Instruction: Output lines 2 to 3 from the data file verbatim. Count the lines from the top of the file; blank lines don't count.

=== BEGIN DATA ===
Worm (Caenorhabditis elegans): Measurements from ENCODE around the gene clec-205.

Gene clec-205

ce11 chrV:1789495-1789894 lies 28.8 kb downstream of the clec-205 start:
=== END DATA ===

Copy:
Gene clec-205

ce11 chrV:1789495-1789894 lies 28.8 kb downstream of the clec-205 start: